Herman Cain
Herman Cain is fighting back against critics who say he is a "bad apple" and "needs to get off the symbolic crack pipe." Reuters

The name Herman Cain meant a disarmingly easy tax plan, some quick witticisms and a typical American success saga. Now that could be changing even as the Republican nomination race is changing gears. How about a pro-liquor Cain who lobbied hard for the tobacco industry and was so anti-worker that he lobbied against a hike in the minimum wage? Recent events have led to a really troubling twist in the tale, for the surprise package in the Republican bundle of White House seekers.

Cain shot out some highly rated contenders for presidential nomination with his quick wit and easy-to-grasp policies. However, images of his campaign chief smoking cigarette in a Web advertisement have ruffled many feathers and set off media investigations into Cain's past. The revelations are unlikely to help his cause.

A video shot as a Web ad for Cain, shows campaign chief Mark Block saying some words into the camera and then taking a puff from a cigarette.

Mark Block here ... Since January, I've had the privilege of being the chief of staff to Herman Cain, and the chief operating officer of the Friends of Herman Cain, Block says, before he starts taking a drag from a cigarette.

When the ad became controversial, Block tried to douse allegations about the connections to the tobacco industry, saying that the message behind the ad was to tell supporters that the Cain campaign was on a roll.

However, political commentators are already establishing clear connections between the cheeky advertisement and Cain's deep-rooted connections with the tobacco industry. According to them, the Cain campaign could have been trying to use the ad to send a signal to the tobacco industry.

Guys like Block & Cain — people with tobacco industry connections — don’t just make a campaign video that features a guy smoking without considering those connections, wrote Ian Murphy in the Buffalo Beast.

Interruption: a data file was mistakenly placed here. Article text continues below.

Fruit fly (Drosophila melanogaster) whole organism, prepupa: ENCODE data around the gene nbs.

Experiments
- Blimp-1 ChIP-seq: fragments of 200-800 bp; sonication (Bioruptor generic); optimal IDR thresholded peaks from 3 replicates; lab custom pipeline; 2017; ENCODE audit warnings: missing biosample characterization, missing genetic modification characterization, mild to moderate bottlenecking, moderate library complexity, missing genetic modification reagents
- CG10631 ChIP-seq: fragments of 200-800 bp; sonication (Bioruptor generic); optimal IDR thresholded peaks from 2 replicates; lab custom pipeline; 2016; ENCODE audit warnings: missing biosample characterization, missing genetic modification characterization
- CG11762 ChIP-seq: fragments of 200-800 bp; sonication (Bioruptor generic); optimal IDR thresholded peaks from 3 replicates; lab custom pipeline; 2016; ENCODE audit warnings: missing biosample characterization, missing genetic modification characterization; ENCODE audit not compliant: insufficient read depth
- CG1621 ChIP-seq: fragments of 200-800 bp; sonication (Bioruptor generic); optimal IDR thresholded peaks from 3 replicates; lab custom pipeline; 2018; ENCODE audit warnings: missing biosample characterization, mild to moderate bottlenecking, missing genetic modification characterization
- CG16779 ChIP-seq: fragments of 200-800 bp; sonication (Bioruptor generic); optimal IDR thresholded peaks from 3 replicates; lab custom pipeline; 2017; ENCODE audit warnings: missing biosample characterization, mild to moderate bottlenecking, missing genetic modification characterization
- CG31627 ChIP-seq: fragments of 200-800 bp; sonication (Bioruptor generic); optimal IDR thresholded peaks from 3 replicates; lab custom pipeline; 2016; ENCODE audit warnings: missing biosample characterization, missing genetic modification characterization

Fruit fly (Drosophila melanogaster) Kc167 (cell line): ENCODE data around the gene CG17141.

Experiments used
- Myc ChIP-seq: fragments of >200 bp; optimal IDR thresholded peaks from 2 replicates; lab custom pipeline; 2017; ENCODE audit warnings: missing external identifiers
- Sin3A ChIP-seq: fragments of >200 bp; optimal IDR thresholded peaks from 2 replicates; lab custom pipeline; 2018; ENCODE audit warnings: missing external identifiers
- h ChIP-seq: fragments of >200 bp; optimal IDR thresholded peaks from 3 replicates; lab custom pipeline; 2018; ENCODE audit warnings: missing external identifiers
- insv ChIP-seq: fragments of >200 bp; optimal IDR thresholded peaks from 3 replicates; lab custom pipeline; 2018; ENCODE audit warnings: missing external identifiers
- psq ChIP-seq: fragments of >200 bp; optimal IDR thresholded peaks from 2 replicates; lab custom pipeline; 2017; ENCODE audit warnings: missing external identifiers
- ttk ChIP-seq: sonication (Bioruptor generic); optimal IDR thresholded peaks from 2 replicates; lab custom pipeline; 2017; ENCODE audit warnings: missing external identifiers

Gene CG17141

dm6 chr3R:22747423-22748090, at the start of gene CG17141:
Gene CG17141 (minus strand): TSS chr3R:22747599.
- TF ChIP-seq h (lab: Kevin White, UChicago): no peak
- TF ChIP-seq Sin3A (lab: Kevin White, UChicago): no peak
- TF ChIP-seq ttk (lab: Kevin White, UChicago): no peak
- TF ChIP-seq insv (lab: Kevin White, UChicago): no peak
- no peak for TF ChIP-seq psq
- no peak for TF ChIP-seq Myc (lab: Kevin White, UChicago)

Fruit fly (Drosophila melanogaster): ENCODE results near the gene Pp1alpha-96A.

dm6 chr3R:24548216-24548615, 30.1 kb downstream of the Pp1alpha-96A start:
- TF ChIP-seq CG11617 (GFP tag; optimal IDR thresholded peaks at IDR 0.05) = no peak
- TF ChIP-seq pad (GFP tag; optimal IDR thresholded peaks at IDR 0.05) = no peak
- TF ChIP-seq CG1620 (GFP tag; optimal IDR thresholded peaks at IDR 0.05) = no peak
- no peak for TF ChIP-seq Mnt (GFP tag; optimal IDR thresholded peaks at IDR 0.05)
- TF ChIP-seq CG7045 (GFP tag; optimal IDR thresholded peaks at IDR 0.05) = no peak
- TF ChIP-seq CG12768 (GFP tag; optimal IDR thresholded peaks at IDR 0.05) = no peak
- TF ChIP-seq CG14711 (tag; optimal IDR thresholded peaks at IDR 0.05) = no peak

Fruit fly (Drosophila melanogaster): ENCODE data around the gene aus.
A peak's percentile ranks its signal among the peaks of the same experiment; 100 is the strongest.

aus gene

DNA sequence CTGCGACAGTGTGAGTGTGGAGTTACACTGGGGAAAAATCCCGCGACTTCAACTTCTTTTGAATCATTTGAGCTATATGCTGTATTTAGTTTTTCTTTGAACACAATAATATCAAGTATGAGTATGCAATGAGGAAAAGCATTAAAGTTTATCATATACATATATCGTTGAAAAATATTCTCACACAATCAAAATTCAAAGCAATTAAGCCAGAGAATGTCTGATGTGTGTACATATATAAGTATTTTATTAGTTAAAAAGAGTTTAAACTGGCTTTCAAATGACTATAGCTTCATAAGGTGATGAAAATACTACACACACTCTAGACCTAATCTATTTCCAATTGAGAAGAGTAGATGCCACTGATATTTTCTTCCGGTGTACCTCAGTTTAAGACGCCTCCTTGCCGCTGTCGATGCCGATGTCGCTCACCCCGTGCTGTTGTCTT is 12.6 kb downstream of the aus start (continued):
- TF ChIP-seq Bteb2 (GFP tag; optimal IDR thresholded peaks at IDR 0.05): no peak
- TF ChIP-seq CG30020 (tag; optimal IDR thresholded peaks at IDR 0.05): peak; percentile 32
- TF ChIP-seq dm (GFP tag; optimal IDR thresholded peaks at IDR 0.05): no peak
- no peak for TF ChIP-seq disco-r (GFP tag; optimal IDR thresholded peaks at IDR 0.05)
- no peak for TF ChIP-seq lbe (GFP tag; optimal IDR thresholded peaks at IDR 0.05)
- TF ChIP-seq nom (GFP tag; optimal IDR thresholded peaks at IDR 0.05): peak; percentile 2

The New York Times wrote that Cain had links to the tobacco industry and that he had tried to boost liquor sales by opposing the lowering of blood alcohol limits.

He allied himself closely with cigarette makers fighting restaurant smoking bans, spoke out against lowering blood-alcohol limits as a way to prevent drunken driving, fought an increase in the minimum wage and opposed a patients’ bill of rights — all in keeping with the interests of the industry he represented, the report states.

The former Godfather's Pizza CEO worked as the chief of the National Restaurant Association (NRA) for three years after he left the pizza executive's post. Cain saw to it that the NRA became an influential lobby group in Washington and expanded the association's activities by hiring a large number of lobbyists and linking up with politicians, especially Republicans.

The revelations also point to the fact that contrary to Cain's image as a Washington outsider and his claim that he could bring a fresh perspective to Capitol, he actually had substantial experience as a lobbyist.

According to thinkprogress.org, as head of the NRA, Cain led an aggressive campaign to stop a hike in the minimum wage and was successful in exempting servers from being included in the 1996 Minimum Wage Law.

The report also says he represented a trade association for McDonalds, Burger King and other fast food establishments and that he lobbied on behalf of tobacco industry giants like R.J. Reynolds and Phillip Morris.